The Greater Baltimore Collaborative, an alliance of 11 nonprofit groups including United Way, awarded grants to Baltimore Food Rescue, 4MyCity, and So What Else in April, at the direction of Baltimore City’s Office of Sustainability. The collaborative was formed to create a COVID-19 Relief Fund for Baltimore City, and it was first put to use to give grants to 11 food aid organizations recommended by Baltimore City officials.

Molly Rath, Baltimore City’s Director of Communications and Engagement, outlined the city’s response to the food crisis in a May 4 email to The Real News Network: “On April 21, Mayor Young announced a comprehensive strategy to respond to growing food need during the coronavirus pandemic, and meal distribution sites make up a core component of that strategy,” she said.

Between March 16-April 16, the city distributed 705,155 meals and 1,840 grocery boxes and they plan to increase the number of meals they distribute in May and June. Chambers says the city food sites won’t be able to alleviate hunger unless they turn their focus to fresh produce, meat, eggs, and other take-home groceries.

“When the city truck comes and you’re hungry, and you’ve been hungry, and they hand you a sandwich with one piece of baloney between two pieces of bread, that’s like saying ‘go die’ and that’s all the help we’ve been given,” Chambers said. “But we’ve been blessed that other people have seen the need and helped us.”

Public housing residents aren’t the only ones relying on grassroots activists to alleviate food insecurity. Mutual aid networks and non-profits across the city are working to increase the amount of food they distribute to meet the increased need. Baltimore Food Rescue, 4MyCity, and So What Else rely on donations of fresh food that is hard to sell because it is considered visually imperfect or has damaged packaging.

“The majority of it is recovery food. We wouldn’t be able to do this without recovery food,” said So What Else Volunteer Coordinator Christine Garrahan.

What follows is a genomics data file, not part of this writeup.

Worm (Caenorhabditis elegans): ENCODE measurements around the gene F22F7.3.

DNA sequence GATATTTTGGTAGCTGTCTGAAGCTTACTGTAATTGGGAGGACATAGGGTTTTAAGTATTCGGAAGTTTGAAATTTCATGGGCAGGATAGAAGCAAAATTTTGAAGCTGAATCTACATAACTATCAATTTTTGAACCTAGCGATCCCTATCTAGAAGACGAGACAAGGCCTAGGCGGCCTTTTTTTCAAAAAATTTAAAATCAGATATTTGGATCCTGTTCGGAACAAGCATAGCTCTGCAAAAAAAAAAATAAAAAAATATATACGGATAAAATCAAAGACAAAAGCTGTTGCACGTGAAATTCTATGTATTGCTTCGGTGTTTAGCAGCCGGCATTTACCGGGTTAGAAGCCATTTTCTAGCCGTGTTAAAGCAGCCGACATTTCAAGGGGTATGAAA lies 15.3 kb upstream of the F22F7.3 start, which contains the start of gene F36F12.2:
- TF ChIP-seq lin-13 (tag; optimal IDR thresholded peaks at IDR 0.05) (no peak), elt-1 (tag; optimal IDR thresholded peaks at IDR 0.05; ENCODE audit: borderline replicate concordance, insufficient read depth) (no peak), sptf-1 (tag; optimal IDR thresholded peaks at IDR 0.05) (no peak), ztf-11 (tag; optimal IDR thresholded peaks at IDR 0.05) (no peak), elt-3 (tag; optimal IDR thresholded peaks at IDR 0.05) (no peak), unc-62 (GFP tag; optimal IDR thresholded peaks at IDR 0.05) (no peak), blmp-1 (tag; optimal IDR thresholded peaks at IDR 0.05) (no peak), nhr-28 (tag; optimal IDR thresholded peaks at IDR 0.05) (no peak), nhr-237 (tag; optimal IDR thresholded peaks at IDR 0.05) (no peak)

The nonprofit 4MyCity usually gives out an average of 50,000 pounds of food per week. Chris Dipnarine, CEO of 4MyCity, says that the organization distributed over 100,000 pounds of food during the first week of May and that they aim to give out that amount consistently in the future. Baltimore Food Rescue and So What Else each distributes 10,000 pounds of free food weekly. The nonprofit An End to Ignorance shifted its focus to food aid in light of the pandemic, and now gives out 10,000 pounds of food weekly.

Matt Burke of Baltimore Food Rescue said that he hopes the city partnership will lead to opportunities to expand his own work, and he also wants to see increased support and funding for lesser known grassroots food relief efforts throughout the city.

“I met folks in Harlem Park who opened up their home as a food kitchen,” Burke said. “There’s so many folks all over the city, I know folks who open up their homes as a shelter for folks that are homeless, and no one knows who they are, they get no recognition or funding and they do it anyway.”

Washington wants to make sure that smaller grassroots organizations receive more funding as non-profit groups parner with Baltimore City to provide COVID-19 relief.

“[Grassroots volunteers] are doing some of the work that the city itself is not doing and stepping up,” Washington said. “And one of the things I want to make sure is that these grassroots organizations get some of the money that is coming down the pipeline.”

In East Baltimore, mutual aid organizations The Baltimore Redevelopment Action Coalition for Empowerment [BRACE] and Reclaiming Our Community provide customized grocery boxes to seniors and people with dietary restrictions weekly. Donald Gresham, President of BRACE started the initiative to deliver food to seniors who can’t eat salt due to diabetes or hypertension and who don’t own vehicles.

“For people of color, we have generational diseases in our communities,” Gresham said. “We’ve been having these problems since before the virus took place. So we’re not going to cry and say ‘poor me,’ we’re just going to go to work. We know we’re going to be the last to get anything, so we need to get masks and gloves and educate.”

 In Baltimore’s low-income communities, neighborhood organizations are left with few options but to take on the challenges of coordinating aid during a global pandemic. Throughout Baltimore City, residents are relying increasingly on dynamic, personal mutual aid networks to survive the rise in poverty caused by COVID-19.

“We didn’t have to wait for Hogan to tell us, it’s a homegrown thing. Crisis doesn’t divide us, crisis brings us closer together. Because we only need to look at each other to know that we will survive anything,” said Gresham.

Note: The author has participated in food aid organized by Baltimore Food Rescue, BRACE, and an End to Ignorance. They delivered food for So What Else while writing this article.